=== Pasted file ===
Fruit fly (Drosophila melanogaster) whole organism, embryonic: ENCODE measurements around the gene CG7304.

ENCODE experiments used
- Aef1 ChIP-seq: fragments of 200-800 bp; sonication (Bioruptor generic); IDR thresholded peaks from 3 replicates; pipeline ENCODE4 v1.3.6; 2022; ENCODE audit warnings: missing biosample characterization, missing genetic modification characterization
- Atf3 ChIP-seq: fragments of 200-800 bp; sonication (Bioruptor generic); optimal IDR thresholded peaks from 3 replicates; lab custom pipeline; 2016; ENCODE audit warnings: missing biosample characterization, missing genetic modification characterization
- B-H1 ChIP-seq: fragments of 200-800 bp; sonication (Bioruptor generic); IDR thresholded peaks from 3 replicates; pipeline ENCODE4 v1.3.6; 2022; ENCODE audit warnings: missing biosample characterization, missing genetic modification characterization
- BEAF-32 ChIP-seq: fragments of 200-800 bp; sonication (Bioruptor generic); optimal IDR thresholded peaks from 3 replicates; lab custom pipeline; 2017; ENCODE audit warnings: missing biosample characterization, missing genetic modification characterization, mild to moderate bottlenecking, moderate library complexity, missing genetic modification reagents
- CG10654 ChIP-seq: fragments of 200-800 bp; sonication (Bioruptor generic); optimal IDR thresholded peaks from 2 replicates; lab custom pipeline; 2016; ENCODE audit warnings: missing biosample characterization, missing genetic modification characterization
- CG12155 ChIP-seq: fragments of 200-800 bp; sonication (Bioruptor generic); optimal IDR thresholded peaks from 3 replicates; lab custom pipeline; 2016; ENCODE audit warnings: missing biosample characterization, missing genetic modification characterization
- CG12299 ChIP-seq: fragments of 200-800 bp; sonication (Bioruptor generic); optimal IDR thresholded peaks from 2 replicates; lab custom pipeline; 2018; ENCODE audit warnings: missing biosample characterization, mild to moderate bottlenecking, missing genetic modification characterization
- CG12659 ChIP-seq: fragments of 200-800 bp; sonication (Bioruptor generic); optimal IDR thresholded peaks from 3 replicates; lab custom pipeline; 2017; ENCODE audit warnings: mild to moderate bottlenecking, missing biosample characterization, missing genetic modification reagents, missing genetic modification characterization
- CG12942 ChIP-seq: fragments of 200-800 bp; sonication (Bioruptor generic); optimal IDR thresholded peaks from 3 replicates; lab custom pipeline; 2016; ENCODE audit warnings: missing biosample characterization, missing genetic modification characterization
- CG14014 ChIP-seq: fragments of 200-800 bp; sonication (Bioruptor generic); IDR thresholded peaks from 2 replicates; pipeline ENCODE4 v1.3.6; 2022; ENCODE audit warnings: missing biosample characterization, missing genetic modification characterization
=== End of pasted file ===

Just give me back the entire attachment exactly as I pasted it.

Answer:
Fruit fly (Drosophila melanogaster) whole organism, embryonic: ENCODE measurements around the gene CG7304.

ENCODE experiments used
- Aef1 ChIP-seq: fragments of 200-800 bp; sonication (Bioruptor generic); IDR thresholded peaks from 3 replicates; pipeline ENCODE4 v1.3.6; 2022; ENCODE audit warnings: missing biosample characterization, missing genetic modification characterization
- Atf3 ChIP-seq: fragments of 200-800 bp; sonication (Bioruptor generic); optimal IDR thresholded peaks from 3 replicates; lab custom pipeline; 2016; ENCODE audit warnings: missing biosample characterization, missing genetic modification characterization
- B-H1 ChIP-seq: fragments of 200-800 bp; sonication (Bioruptor generic); IDR thresholded peaks from 3 replicates; pipeline ENCODE4 v1.3.6; 2022; ENCODE audit warnings: missing biosample characterization, missing genetic modification characterization
- BEAF-32 ChIP-seq: fragments of 200-800 bp; sonication (Bioruptor generic); optimal IDR thresholded peaks from 3 replicates; lab custom pipeline; 2017; ENCODE audit warnings: missing biosample characterization, missing genetic modification characterization, mild to moderate bottlenecking, moderate library complexity, missing genetic modification reagents
- CG10654 ChIP-seq: fragments of 200-800 bp; sonication (Bioruptor generic); optimal IDR thresholded peaks from 2 replicates; lab custom pipeline; 2016; ENCODE audit warnings: missing biosample characterization, missing genetic modification characterization
- CG12155 ChIP-seq: fragments of 200-800 bp; sonication (Bioruptor generic); optimal IDR thresholded peaks from 3 replicates; lab custom pipeline; 2016; ENCODE audit warnings: missing biosample characterization, missing genetic modification characterization
- CG12299 ChIP-seq: fragments of 200-800 bp; sonication (Bioruptor generic); optimal IDR thresholded peaks from 2 replicates; lab custom pipeline; 2018; ENCODE audit warnings: missing biosample characterization, mild to moderate bottlenecking, missing genetic modification characterization
- CG12659 ChIP-seq: fragments of 200-800 bp; sonication (Bioruptor generic); optimal IDR thresholded peaks from 3 replicates; lab custom pipeline; 2017; ENCODE audit warnings: mild to moderate bottlenecking, missing biosample characterization, missing genetic modification reagents, missing genetic modification characterization
- CG12942 ChIP-seq: fragments of 200-800 bp; sonication (Bioruptor generic); optimal IDR thresholded peaks from 3 replicates; lab custom pipeline; 2016; ENCODE audit warnings: missing biosample characterization, missing genetic modification characterization
- CG14014 ChIP-seq: fragments of 200-800 bp; sonication (Bioruptor generic); IDR thresholded peaks from 2 replicates; pipeline ENCODE4 v1.3.6; 2022; ENCODE audit warnings: missing biosample characterization, missing genetic modification characterization